Accessibility and inclusion on social media
Ensure information on social media is accessible and inclusive of all users regardless of their ability and environment.
Web Content Accessibility Guidelines (WCAG)
While NSW Government websites are required to confirm to the Web Content Accessibility Guidelines (WCAG 2.0) Level AA, this circular does not apply to social media channels.
Unlike websites, we don't have control over the accessibility features provided by social media platforms.
The Web Content Accessibility Guidelines (WCAG) are a great resource that may assist with social media.
Accessibility is essential for some and useful for all
Accessibility is about more than just ticking a box. It ensures everyone, including people from marginalised groups, can access information with ease. This includes:
- people with disability
First Nations Australians
- rural and remote Australians
- low-income households and those with mobile-only data connection
- people who don’t speak English as a first language
- older Australians
- people with low levels of education.
It is important you do everything you can to make the content you publish, including images, videos, text and links, as accessible as possible.
Accessibility features often benefit others (this is known as the “curb-cut effect”). For example, video captions for people who are deaf or hard of hearing also benefit people watching without headphones.
Make visuals accessible
Crucial information contained in images, videos and GIFs should be accessible to all people.
Some rules apply to all visuals:
- have a text alternative to convey meaning for any important non-text elements (it doesn’t have to be verbatim but should convey the same meaning)
- never use colour alone to convey meaning (including in diagrams and charts)
- avoid flashing or strobing that might induce seizures due to photosensitivity (for example, in people with epilepsy)
- use strong colour contrast between background and foreground colours (that is, a minimum contrast ratio of 4.5:1 and goal of 7:1).
To ensure that your images are available to everyone, you should add alternative text (often called alt text) where possible.
Limitations of alt text on social media
At the time of writing, alt text cannot be added to GIFs on some platforms (including Facebook). Where alt text can’t be included, you must make sure any important information conveyed via an image or GIF is also conveyed in the post copy.
Even though most platforms now have alt text capabilities, you may need to turn it on in your account settings.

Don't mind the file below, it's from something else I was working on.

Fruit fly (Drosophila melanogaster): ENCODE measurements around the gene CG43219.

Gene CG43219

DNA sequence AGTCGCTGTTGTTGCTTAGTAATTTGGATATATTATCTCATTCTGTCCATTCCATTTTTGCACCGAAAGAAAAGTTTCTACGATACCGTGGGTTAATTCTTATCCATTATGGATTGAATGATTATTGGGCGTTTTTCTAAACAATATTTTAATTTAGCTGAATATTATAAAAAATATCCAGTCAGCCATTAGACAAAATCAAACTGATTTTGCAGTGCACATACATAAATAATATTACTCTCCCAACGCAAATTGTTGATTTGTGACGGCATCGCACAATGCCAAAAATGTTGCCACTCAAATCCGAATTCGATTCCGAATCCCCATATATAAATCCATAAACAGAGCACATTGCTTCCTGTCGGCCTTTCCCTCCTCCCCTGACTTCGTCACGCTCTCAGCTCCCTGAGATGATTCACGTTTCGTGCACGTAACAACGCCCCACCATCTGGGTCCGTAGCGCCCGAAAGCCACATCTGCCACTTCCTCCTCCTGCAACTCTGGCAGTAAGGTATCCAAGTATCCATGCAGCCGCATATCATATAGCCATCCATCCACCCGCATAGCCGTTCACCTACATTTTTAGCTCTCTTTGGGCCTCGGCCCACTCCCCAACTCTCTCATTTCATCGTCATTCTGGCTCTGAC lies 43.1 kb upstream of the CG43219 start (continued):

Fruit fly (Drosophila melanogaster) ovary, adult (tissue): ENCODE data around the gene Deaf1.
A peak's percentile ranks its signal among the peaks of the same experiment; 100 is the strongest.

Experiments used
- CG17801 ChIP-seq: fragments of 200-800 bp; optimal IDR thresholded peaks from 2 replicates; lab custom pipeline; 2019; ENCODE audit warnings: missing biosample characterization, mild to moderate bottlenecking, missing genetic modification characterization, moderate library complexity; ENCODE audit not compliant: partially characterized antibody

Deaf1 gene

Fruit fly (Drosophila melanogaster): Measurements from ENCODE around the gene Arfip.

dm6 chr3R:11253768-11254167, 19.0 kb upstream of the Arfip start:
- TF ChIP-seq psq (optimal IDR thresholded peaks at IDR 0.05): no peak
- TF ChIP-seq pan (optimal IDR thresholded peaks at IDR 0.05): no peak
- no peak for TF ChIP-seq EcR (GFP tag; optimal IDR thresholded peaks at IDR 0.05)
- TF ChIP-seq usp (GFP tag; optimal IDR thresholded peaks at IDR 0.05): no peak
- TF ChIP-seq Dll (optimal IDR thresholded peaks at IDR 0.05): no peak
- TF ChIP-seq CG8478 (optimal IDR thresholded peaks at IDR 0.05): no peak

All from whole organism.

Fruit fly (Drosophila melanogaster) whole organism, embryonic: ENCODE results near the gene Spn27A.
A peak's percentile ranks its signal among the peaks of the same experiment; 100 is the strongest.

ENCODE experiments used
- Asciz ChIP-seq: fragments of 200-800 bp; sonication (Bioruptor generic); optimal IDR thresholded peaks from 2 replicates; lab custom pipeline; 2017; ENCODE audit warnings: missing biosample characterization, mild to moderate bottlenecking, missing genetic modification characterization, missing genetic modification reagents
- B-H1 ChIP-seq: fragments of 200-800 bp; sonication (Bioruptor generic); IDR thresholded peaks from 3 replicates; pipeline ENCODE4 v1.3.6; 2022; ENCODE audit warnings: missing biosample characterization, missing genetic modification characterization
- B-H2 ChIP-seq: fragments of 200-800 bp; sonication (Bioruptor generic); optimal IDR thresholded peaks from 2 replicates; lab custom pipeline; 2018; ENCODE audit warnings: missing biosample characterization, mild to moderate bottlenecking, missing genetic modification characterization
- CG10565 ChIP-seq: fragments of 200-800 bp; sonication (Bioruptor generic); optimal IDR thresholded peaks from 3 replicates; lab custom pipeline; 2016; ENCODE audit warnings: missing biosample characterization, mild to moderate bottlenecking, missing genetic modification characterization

Few scheduling tools allow you to add alt text, so where possible add alt text after the post is live or include alt text when scheduling or posting natively.
How to write alt text for social media
When writing alt text:
- use short, simple sentences
- keep explanations short and objective
- write as though you are speaking, verbal explanations often have the right tone
- ensure that a person who can't access the visual has access to the same information as any other viewer.
[Image description: Tan sausage dog rests on beige carpet looking straight ahead, a plate stacked with two doughnuts sits to his left.]
For image galleries, add text alternative using the alt text field (if it exists) or in the space provided for captions (if possible).
Avoid images of excessive text
Avoid posting images or videos of excessive text including:
- screenshots of information to get around character limits
- PDFs, flyers or similar content not designed for social media.
Logos, maps, diagrams, graphs, charts and infographics
If you need to post images with text in them:
- use large text
- use plain, readable fonts
- ensure a minimum colour contrast of 4:5:1 between font and background colour.
If alt text isn't available
If alt text isn’t available on the social media platform you are using, describe the image in the copy if it conveys important information.
Where possible, videos shared on social media should have:
- a clear title
- a description
- captions and/or a transcript to ensure dialogue and sounds are accessible.
Always review auto-generated captions suggested by platforms and update if necessary to be sure they're correct.